Trends in food label use associated with new nutrition labeling regulations

Am J Public Health. 1998 Aug;88(8):1212-5. doi: 10.2105/ajph.88.8.1212.


Objectives: This study compared use of food labels before and after implementation of new Food and Drug Administration regulations in 1994.

Methods: Data were obtained by random-digit-dial surveys of Washington State residents in 1993 (n = 1001) and 1996 (n = 1450).

Results: After implementation of the new regulations, usual label use increased significantly, by 8.5 percentage points in women and 11.3 percentage points in men. More respondents looked for information on fat content and fewer failed to use labels because they "take too much time" or "are too hard to understand.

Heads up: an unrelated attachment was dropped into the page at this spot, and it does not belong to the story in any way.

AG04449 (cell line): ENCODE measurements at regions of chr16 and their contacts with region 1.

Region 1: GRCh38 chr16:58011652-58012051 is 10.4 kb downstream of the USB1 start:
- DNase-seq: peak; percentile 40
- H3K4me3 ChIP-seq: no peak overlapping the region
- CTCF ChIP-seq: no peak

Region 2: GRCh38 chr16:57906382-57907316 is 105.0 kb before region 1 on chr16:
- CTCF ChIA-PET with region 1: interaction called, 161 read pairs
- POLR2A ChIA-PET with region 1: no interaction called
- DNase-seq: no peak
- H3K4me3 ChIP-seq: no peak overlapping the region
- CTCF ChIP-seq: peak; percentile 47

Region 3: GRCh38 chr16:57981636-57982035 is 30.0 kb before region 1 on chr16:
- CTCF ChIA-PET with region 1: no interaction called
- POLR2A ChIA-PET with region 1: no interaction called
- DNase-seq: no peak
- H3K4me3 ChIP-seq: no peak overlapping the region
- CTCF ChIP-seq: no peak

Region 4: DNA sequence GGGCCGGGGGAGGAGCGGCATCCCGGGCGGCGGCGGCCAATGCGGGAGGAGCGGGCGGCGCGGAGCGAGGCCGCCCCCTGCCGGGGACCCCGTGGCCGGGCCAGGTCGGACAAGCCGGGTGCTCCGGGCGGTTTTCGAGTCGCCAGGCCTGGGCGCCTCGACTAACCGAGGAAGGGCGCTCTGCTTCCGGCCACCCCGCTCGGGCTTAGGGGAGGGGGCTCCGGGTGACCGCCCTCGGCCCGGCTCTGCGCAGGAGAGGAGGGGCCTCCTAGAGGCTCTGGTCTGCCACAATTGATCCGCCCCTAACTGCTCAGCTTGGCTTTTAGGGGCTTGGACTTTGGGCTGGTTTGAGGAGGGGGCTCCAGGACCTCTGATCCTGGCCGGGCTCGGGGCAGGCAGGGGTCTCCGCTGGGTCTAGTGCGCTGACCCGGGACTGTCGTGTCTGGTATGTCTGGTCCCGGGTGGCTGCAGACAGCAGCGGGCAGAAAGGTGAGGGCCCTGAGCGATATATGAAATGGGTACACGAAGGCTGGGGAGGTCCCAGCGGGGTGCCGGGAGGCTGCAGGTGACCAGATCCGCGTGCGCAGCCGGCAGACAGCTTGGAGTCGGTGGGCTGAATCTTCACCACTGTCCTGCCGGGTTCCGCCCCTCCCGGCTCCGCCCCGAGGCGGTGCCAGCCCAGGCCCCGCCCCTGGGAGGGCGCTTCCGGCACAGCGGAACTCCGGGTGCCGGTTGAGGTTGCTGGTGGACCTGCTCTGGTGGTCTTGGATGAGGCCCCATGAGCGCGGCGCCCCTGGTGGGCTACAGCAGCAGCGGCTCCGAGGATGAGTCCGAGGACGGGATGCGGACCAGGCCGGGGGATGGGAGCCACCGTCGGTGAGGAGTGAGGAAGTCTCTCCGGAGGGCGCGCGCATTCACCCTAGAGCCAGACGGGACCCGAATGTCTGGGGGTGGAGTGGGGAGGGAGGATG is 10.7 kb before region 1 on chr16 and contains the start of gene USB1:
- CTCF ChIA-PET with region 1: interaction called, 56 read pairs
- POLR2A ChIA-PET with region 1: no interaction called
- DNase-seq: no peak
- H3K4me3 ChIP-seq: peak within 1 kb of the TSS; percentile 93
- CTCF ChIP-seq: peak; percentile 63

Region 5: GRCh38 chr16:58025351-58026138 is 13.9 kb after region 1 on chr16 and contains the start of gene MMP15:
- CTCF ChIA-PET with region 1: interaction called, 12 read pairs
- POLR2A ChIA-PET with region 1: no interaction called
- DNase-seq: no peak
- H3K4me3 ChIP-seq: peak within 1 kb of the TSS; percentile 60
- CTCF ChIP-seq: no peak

Conclusions: Use of food labels and satisfaction with their content have increased, but 70% of adults still want labels to be easier to understand.

Publication types

  • Research Support, U.S. Gov't, P.H.S.

MeSH terms

  • Adolescent
  • Adult
  • Aged
  • Female
  • Food Labeling / legislation & jurisprudence*
  • Food Labeling / trends
  • Health Knowledge, Attitudes, Practice
  • Humans
  • Male
  • Middle Aged
  • Nutrition Surveys
  • Nutritional Sciences / education*
  • Washington